Originally I had the idea of trying to open Soteria houses in the UK, which I hoped could in time be funded through the NHS – the British public mental health system. The original Soteria House was a community project in San Jose, California, and was inspired by the Philadelphia Association, Laing and Kingsley Hall. It was run by a psychiatrist called Loren Mosher and was largely funded with research money. The Soteria research showed that people diagnosed with schizophrenia (a diagnosis that was used more often at this time) did at least as well, if not better, in such a community setting, with lower use of medication, than people in hospital. My idea, along with others, was to try and set up such houses in the UK and I worked towards that end for a while – until it became clear that it was unlikely that the NHS was going to adopt this model.

I continued to look for ways to influence the mainstream and then, in 2011, I met Volkmar Aderhold for the second time, a retired psychiatrist who’d already been developing Open Dialogue in Germany for a few years. He said to me “I think our best chance of getting these values into the mainstream system is Open Dialogue”, and he put me in touch with the team in Western Lapland. Within a couple of months I had arranged to visit the service there, for almost 3 weeks, in February 2012. I managed to survive the very cold weather – a meter of snow and temperatures of minus 30 degrees. I was put up in nursing quarters and the nights were dark and long, so I had quite a lot of time to read articles on the Open Dialogue approach in the evening. During the day I was taken around, to learn more about the services, meet the staff, and to participate in many network meetings. My Finnish is not so good (non-existent in fact), but fortunately most Finnish people speak reasonably good English, and some time was left at the end of each meeting for me to ask some questions to family members. It became clear to me in those three weeks that this was the answer to the question I had set myself – how to bring the values from the alternative communities into mainstream services.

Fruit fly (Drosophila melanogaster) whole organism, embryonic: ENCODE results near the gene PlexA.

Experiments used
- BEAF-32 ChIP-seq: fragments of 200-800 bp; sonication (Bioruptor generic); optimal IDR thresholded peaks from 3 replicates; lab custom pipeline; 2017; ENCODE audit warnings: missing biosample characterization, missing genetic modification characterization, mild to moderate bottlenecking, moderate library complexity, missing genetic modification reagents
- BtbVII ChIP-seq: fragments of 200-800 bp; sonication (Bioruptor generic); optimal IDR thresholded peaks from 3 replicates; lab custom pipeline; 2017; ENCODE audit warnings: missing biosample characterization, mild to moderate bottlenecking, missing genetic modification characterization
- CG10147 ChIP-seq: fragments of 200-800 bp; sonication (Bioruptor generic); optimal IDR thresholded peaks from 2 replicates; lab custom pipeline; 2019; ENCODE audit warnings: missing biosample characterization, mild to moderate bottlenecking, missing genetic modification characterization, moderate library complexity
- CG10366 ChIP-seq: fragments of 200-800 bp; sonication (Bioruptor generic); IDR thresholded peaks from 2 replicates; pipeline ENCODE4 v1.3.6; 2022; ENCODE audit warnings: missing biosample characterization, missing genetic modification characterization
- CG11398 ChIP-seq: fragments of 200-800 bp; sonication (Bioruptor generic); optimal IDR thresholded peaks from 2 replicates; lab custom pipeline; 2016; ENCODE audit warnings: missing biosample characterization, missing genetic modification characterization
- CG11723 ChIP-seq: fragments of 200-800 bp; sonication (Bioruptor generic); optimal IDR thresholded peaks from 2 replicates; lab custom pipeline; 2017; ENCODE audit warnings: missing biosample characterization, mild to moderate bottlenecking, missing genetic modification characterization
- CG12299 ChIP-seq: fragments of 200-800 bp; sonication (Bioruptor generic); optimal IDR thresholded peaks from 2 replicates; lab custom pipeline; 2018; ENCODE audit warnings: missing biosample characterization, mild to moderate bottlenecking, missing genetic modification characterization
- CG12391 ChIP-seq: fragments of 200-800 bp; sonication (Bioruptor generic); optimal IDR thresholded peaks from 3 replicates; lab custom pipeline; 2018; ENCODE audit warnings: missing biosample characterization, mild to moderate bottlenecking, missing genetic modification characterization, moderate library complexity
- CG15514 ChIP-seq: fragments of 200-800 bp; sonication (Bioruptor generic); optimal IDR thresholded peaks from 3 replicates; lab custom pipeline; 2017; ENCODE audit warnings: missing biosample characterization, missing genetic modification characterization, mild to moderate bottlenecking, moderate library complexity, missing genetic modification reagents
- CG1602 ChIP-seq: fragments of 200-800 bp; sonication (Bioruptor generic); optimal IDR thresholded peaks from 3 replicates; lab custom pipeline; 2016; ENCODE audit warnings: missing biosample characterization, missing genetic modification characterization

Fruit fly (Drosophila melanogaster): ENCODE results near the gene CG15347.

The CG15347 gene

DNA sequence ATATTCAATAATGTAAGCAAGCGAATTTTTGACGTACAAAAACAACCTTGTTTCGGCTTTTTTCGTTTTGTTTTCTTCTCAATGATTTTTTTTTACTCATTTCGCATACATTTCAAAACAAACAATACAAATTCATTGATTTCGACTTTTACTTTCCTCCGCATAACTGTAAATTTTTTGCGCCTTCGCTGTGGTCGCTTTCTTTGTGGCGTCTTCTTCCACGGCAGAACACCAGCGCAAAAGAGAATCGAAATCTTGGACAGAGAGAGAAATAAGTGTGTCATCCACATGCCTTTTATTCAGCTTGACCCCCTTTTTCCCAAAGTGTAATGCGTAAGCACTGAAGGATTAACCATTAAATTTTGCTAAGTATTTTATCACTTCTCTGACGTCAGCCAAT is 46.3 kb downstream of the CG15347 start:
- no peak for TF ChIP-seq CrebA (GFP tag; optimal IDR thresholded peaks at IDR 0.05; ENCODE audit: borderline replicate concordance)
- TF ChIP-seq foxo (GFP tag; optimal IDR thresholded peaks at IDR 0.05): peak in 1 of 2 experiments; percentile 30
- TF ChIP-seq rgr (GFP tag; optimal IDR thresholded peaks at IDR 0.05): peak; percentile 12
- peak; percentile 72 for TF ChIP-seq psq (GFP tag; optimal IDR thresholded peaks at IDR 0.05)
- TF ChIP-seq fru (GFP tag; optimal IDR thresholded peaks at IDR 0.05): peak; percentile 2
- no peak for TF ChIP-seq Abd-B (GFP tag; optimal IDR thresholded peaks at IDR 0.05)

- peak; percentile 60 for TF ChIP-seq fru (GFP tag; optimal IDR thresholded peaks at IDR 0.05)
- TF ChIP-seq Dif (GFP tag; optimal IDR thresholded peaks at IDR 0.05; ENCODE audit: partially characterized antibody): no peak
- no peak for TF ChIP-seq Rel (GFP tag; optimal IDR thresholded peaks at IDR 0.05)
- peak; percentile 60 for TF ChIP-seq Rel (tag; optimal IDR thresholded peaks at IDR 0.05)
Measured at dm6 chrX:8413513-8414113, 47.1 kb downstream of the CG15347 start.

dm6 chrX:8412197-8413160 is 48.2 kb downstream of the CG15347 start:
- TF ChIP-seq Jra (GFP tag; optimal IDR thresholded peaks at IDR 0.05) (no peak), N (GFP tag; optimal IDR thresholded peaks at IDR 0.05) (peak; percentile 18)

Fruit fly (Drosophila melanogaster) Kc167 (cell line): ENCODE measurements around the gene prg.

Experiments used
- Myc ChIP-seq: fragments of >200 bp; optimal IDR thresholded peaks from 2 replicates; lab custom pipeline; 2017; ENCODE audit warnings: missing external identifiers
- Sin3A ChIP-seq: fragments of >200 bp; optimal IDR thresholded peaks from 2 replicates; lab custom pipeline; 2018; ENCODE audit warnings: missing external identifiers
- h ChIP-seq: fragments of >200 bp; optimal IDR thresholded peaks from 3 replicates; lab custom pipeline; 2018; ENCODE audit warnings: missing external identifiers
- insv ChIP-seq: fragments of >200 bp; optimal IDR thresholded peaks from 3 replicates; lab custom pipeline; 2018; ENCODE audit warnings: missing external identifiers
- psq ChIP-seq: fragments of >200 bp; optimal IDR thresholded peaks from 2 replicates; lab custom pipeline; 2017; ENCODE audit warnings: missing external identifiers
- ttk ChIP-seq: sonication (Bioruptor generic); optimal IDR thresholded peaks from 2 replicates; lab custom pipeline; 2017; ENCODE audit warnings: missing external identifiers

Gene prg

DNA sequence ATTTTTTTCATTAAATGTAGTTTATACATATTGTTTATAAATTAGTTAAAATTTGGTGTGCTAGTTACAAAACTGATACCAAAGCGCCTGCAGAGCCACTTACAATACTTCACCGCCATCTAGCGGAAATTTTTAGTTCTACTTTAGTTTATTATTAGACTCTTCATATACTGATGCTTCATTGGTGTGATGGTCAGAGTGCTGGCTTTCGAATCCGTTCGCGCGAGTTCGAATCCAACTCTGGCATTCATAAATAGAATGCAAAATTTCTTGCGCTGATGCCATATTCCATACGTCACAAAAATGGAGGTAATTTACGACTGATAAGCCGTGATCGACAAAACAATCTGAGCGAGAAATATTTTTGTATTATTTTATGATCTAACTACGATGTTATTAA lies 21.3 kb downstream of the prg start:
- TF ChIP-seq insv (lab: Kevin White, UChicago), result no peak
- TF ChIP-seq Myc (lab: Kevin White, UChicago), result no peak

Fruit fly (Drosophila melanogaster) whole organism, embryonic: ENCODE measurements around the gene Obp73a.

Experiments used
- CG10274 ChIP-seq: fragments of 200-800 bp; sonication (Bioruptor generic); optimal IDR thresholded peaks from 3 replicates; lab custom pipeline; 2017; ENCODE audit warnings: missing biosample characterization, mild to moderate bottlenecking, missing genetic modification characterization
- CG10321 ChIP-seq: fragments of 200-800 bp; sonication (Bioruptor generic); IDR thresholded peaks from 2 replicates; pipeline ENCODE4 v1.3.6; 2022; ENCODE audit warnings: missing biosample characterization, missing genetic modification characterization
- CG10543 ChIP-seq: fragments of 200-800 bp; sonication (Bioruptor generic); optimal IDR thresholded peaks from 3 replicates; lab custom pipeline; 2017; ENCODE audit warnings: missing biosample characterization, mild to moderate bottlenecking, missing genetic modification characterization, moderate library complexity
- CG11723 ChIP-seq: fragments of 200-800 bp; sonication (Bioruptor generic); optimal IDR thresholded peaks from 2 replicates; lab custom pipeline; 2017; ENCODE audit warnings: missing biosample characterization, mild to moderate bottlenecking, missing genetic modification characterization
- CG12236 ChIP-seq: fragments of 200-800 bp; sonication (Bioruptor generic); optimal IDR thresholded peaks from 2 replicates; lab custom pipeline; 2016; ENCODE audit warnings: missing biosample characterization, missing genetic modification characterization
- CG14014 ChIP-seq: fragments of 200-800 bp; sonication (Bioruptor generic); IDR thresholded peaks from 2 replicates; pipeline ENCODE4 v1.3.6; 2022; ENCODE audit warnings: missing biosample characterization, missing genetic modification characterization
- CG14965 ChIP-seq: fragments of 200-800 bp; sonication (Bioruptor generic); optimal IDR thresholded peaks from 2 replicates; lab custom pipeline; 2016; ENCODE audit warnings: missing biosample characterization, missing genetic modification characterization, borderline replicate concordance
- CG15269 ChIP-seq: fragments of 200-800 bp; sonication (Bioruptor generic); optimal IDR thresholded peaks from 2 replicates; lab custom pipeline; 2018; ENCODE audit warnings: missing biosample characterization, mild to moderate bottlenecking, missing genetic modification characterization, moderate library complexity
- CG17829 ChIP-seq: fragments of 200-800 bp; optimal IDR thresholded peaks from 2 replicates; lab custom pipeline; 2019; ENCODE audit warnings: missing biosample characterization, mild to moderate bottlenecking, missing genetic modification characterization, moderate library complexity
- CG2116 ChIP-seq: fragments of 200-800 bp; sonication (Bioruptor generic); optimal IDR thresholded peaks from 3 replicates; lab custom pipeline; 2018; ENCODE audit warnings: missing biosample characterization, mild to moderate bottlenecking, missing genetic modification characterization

It’s now 10 years since I’ve been on the path of developing Open Dialogue. I’m a bit more tired than I was 10 years ago, but I’m no less passionate – because I suppose that when I have a vehicle to put my energy into, to develop what is meaningful to myself and others, there’s little else that I want to do. Of course, that means that I end up working too much, and not having as much time for some of the other things I enjoy in life. But that’s the plan for my 50s, the next decade – to find the balance. It’s been such a privilege to be in a position to support the development of services in which there’s a possibility to make a “difference that makes a difference”, to quote Tom Andersen and Gregory Bateson.

Well, that was a long answer to your question, Dag!

A process of connecting and reconnecting

Well Nick, in fact your story and your answer, they do resonate a lot in me. Do you think that Open Dialogue is an opportunity to change the so-called system from within, and in alliance with the system?